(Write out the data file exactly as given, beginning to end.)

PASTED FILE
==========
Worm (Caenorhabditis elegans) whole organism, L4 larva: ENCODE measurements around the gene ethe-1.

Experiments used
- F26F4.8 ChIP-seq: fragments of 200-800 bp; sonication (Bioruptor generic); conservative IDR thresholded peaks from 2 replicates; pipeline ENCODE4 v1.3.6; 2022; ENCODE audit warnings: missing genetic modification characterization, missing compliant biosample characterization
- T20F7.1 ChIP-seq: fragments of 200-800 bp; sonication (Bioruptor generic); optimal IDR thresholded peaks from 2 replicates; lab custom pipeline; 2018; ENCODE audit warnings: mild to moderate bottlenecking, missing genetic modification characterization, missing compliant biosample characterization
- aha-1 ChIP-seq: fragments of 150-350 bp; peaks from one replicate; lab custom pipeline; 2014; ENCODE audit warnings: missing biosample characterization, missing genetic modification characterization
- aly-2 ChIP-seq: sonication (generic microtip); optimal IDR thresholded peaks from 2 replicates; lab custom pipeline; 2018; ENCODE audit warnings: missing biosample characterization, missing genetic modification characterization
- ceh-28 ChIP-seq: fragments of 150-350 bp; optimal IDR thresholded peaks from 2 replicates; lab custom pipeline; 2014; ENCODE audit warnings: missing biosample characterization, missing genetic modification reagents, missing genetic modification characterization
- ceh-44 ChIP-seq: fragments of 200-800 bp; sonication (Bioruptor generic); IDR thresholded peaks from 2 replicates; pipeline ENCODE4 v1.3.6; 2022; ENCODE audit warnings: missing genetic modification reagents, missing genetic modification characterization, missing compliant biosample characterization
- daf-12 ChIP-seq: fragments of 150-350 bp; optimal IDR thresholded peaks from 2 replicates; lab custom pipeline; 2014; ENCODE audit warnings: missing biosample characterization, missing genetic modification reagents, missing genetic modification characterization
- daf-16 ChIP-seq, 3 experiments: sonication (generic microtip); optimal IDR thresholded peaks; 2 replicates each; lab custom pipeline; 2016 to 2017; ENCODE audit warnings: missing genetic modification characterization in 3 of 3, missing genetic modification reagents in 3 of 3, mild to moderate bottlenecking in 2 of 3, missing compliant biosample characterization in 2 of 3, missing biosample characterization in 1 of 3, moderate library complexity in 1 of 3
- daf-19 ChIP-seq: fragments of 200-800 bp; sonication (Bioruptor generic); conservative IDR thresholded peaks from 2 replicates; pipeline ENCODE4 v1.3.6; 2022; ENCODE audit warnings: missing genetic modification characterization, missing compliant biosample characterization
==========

Worm (Caenorhabditis elegans) whole organism, L4 larva: ENCODE measurements around the gene ethe-1.

Experiments used
- F26F4.8 ChIP-seq: fragments of 200-800 bp; sonication (Bioruptor generic); conservative IDR thresholded peaks from 2 replicates; pipeline ENCODE4 v1.3.6; 2022; ENCODE audit warnings: missing genetic modification characterization, missing compliant biosample characterization
- T20F7.1 ChIP-seq: fragments of 200-800 bp; sonication (Bioruptor generic); optimal IDR thresholded peaks from 2 replicates; lab custom pipeline; 2018; ENCODE audit warnings: mild to moderate bottlenecking, missing genetic modification characterization, missing compliant biosample characterization
- aha-1 ChIP-seq: fragments of 150-350 bp; peaks from one replicate; lab custom pipeline; 2014; ENCODE audit warnings: missing biosample characterization, missing genetic modification characterization
- aly-2 ChIP-seq: sonication (generic microtip); optimal IDR thresholded peaks from 2 replicates; lab custom pipeline; 2018; ENCODE audit warnings: missing biosample characterization, missing genetic modification characterization
- ceh-28 ChIP-seq: fragments of 150-350 bp; optimal IDR thresholded peaks from 2 replicates; lab custom pipeline; 2014; ENCODE audit warnings: missing biosample characterization, missing genetic modification reagents, missing genetic modification characterization
- ceh-44 ChIP-seq: fragments of 200-800 bp; sonication (Bioruptor generic); IDR thresholded peaks from 2 replicates; pipeline ENCODE4 v1.3.6; 2022; ENCODE audit warnings: missing genetic modification reagents, missing genetic modification characterization, missing compliant biosample characterization
- daf-12 ChIP-seq: fragments of 150-350 bp; optimal IDR thresholded peaks from 2 replicates; lab custom pipeline; 2014; ENCODE audit warnings: missing biosample characterization, missing genetic modification reagents, missing genetic modification characterization
- daf-16 ChIP-seq, 3 experiments: sonication (generic microtip); optimal IDR thresholded peaks; 2 replicates each; lab custom pipeline; 2016 to 2017; ENCODE audit warnings: missing genetic modification characterization in 3 of 3, missing genetic modification reagents in 3 of 3, mild to moderate bottlenecking in 2 of 3, missing compliant biosample characterization in 2 of 3, missing biosample characterization in 1 of 3, moderate library complexity in 1 of 3
- daf-19 ChIP-seq: fragments of 200-800 bp; sonication (Bioruptor generic); conservative IDR thresholded peaks from 2 replicates; pipeline ENCODE4 v1.3.6; 2022; ENCODE audit warnings: missing genetic modification characterization, missing compliant biosample characterization